Rule 11(c) contains a safe harbor, which requires that a sanctions motion be separate from any other motion and that the sanctions motion be served upon the opposing party 21 days before the motion for sanctions is filed. The text of the safe harbor is as follows:
“(2) Motion for Sanctions. A motion for sanctions must be made separately from any other motion and must describe the specific conduct that allegedly violates Rule 11(b). The motion must be served under Rule 5, but it must not be filed or be presented to the court if the challenged paper, claim, defense, contention, or denial is withdrawn or appropriately corrected within 21 days after service or within another time the court sets. If warranted, the court may award to the prevailing party the reasonable expenses, including attorney’s fees, incurred for the motion.”
The purpose of the safe harbor is to allow the other party time to withdraw the challenged pleading or paper.
In the Penn, LLC v. Prosper Business Development Corporation case, the Sixth Circuit affirmed the denial of a sanctions motion on the ground that the defendant seeking sanctions did not comply with the safe harbor.
Plaintiff filed a complaint alleging violations of the RICO statute and other torts. Defendants James Arnold and Arnold & Associates wrote what is commonly known as a warning letter. On December 6, 2010, the Arnold defendants stated that the complaint had no factual basis and that it should be withdrawn. The Arnold defendants stated that they would seek sanctions if the complaint was not dismissed before the time to answer.
On May 27, 2011, the district court dismissed the lawsuit.
On June 8, 2011, the Arnold defendants served their sanctions motion.
The district court denied the motion for sanctions.
On appeal the Sixth Circuit affirmed on the ground that the Arnold firm had not complied with the safe harbor in that its motion for sanctions was served after the case was dismissed. The Sixth Circuit held that a warning letter does not comply with the safe harbor.
The court explained:
“Here, the Arnold Firm served P&C with a copy of its Rule 11 motion on June 8, 2011, twelve days after the district court dismissed Penn’s claims against the firm. P&C contends that this late service deprived it of the safe-harbor period’s protection and, therefore, foreclosed the firm’s sanctions motion. Unable to rely on the June 8 letter under Ridder, the Arnold Firm argues that its December 6, 2010 letter satisfied Rule 11’s safe-harbor provision because it notified P&C of the firm’s intent to pursue sanctions approximately six months before the court dismissed Penn’s complaint and eight before the Arnold Firm moved for sanctions. But “[i]t would . . . wrench both the language and purpose of . . . the Rule to permit an informal warning to substitute for service of a motion.” Barber v. Miller, 146 F.3d 707, 710 (9th Cir. 1998).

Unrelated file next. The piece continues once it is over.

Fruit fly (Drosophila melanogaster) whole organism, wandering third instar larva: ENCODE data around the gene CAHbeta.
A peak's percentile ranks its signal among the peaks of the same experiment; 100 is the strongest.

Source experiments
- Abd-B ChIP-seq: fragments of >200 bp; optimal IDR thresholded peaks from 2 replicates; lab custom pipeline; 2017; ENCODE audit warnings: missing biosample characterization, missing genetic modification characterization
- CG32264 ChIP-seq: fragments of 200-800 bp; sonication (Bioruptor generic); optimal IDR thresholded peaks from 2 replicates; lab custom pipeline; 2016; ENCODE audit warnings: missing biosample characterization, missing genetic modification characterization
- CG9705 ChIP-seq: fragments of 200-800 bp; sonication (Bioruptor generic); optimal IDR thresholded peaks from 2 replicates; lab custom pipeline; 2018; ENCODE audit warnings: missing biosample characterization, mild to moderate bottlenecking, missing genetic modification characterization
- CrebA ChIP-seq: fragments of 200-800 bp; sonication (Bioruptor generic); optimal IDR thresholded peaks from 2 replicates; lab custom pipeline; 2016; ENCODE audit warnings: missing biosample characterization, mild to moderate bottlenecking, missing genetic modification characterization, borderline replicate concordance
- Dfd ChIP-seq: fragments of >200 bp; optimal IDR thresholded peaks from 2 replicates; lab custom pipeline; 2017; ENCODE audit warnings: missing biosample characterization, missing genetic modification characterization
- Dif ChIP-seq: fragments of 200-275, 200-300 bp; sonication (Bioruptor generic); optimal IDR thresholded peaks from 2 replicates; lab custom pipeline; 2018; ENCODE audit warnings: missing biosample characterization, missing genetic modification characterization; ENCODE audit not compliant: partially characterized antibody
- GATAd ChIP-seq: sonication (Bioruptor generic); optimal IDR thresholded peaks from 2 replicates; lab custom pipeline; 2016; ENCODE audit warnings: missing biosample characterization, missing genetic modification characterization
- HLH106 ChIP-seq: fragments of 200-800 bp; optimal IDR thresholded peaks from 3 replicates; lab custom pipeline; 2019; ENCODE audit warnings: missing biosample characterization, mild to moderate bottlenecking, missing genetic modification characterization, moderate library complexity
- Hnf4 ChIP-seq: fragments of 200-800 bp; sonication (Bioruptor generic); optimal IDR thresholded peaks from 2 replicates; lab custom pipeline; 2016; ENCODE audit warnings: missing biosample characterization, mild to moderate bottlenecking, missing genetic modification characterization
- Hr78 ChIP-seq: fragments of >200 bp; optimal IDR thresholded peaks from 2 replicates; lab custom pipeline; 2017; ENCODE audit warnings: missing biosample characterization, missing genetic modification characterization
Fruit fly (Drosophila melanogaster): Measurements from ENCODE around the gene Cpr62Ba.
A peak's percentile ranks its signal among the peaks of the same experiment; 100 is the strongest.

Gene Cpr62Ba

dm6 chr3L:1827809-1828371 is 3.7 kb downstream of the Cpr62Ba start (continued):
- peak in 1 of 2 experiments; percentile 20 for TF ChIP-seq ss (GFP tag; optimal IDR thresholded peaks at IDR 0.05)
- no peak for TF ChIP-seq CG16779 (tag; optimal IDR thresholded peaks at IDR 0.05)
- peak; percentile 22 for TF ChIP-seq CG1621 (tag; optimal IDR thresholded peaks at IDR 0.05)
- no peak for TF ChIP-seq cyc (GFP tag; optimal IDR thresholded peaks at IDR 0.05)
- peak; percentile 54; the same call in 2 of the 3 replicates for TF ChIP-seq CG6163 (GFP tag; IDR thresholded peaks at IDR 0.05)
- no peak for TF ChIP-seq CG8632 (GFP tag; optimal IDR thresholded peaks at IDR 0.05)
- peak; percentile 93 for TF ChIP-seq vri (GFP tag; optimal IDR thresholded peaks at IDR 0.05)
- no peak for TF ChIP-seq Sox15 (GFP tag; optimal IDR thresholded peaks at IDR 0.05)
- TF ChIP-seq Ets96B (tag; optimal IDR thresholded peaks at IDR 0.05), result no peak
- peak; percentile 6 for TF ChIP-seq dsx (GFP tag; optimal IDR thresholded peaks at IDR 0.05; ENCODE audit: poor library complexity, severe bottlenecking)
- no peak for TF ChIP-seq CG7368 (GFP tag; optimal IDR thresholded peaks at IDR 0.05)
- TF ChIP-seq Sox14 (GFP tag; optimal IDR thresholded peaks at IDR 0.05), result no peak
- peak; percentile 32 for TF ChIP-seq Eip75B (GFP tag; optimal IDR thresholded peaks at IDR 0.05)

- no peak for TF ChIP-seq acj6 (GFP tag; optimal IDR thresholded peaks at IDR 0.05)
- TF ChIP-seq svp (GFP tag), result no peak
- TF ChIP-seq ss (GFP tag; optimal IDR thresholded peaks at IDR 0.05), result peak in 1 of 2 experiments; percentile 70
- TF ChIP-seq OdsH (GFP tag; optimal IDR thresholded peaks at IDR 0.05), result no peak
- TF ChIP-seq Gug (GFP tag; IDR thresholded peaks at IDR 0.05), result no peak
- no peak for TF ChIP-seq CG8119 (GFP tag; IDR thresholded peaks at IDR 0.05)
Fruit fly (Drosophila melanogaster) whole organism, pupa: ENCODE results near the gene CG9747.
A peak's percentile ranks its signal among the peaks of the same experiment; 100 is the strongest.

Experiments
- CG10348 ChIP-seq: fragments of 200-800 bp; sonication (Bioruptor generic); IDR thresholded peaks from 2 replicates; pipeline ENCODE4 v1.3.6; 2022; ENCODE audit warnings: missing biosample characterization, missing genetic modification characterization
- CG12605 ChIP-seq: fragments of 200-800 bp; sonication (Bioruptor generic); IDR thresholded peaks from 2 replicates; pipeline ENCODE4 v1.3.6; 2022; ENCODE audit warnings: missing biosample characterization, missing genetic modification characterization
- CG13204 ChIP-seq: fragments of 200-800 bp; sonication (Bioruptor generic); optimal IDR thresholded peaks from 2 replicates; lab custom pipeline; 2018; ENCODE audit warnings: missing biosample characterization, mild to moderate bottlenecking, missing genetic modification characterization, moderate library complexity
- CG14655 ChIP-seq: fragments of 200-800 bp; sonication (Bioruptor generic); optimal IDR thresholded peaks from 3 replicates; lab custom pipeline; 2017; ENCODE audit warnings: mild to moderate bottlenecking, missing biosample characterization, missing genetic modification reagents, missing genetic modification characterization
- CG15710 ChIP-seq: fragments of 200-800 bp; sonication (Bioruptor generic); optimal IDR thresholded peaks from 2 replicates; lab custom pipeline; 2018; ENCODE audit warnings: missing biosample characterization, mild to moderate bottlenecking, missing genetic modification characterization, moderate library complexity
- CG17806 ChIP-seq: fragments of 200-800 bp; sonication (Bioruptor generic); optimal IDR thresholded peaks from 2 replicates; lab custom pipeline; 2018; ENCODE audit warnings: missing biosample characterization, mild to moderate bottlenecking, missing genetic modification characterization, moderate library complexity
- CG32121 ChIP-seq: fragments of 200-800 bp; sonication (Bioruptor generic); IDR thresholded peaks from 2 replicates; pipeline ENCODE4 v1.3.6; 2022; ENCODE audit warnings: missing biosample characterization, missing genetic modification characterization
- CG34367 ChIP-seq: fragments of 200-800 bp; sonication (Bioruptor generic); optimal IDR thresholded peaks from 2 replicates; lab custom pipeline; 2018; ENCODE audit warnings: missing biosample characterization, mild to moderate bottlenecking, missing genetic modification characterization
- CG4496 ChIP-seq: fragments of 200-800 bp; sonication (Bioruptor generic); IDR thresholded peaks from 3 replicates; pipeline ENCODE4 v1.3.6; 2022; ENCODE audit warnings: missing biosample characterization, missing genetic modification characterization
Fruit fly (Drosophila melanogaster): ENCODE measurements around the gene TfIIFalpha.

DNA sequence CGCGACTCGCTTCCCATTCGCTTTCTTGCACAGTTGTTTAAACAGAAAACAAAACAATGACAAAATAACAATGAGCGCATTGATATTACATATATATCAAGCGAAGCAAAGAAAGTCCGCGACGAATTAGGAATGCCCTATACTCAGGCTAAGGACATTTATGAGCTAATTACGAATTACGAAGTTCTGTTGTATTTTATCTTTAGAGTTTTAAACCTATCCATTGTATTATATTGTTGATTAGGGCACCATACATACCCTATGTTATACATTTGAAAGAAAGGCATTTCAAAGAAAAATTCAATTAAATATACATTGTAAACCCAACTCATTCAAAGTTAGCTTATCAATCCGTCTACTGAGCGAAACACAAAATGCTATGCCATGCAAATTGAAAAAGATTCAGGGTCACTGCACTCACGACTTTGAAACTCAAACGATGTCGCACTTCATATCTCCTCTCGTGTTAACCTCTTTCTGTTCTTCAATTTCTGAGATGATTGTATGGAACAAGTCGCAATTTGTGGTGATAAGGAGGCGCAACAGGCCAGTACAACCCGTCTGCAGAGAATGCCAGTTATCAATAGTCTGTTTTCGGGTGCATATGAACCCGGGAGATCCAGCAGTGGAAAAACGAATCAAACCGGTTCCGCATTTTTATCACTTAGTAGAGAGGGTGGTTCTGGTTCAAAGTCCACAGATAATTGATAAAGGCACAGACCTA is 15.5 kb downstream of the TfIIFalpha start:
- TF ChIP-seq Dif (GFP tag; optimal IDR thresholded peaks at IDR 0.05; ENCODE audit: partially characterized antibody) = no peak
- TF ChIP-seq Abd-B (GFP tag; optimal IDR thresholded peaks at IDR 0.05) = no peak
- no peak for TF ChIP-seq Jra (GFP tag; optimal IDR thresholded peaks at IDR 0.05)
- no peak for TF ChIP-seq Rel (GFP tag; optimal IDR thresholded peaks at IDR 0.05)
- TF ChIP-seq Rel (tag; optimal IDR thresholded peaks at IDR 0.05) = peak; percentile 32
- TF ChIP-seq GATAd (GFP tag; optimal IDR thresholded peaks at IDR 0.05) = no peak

First and most important, the rule specifically requires formal service of a motion. The safe-harbor provision states that “[t]he motion must be served under Rule 5” at least twenty-one days before filing it with the court. Fed. R. Civ. P. 11(c)(2) (emphasis added). We have no doubt that the word “motion” definitionally excludes warning letters, and our reading of the rule’s plain language finds support in the Advisory Committee’s Notes. In its gloss on the 1993 amendments, the Committee refers to letters as “informal notice” and recommends that attorneys send a warning letter as a professional courtesy “before proceeding to prepare and serve a Rule 11 motion.” Fed. R. Civ. P. 11 Advisory Committee Notes (1993 Amendments). “In other words, the Advisory Committee’s Notes clearly suggest that warning letters . . . are supplemental to, and cannot be deemed an adequate substitute for, the service of the motion itself.” Roth v. Green, 466 F.3d 1179, 1192 (10th Cir. 2006); accord In re Pratt, 524 F.3d 580, 588 (5th Cir. 2008) (“We may not disregard the plain language of the [rule] and our prior precedent without evidence of congressional intent to allow `substantial compliance’ through informal service.”); Barber,146 F.3d at 710 (“That requirement, too, was deliberately imposed, with a recognition of the likelihood of other warnings.”).
Furthermore, important policy considerations counsel against the Arnold Firm’s more permissive reading. We previously commented that “[t]he inclusion of a `safe harbor’ provision is expected to reduce Rule 11’s volume, formalize appropriate due process considerations of sanctions litigation, and diminish the rule’s chilling effect.” Ridder, 109 F.3d at 294. Similarly, the Advisory Committee reasons that “the `safe harbor’ period begins to run only upon service of the motion” in order “[t]o stress the seriousness of a motion for sanctions and to define precisely the conduct claimed to violate the rule.” Fed. R. Civ. P. 11 Advisory Committee Notes (1993 Amendments).”
The holding is noteworthy because of its clarity. Also, the Sixth Circuit criticized a Seventh Circuit case, Nisenbaum v. Milwaukee County, 333 F.3d 804, 808 (7th Cir. 2003) on the ground that the case did not follow the text of the rule.
This is an interesting issue and one that the Supreme Court may decide someday to resolve. For now, if you want sanctions, make sure to serve a motion for sanctions at least 21 days before judgment is entered. A warning letter is not sufficient to meet the requirements of Rule 11(c).
Edward X. Clinton, Jr.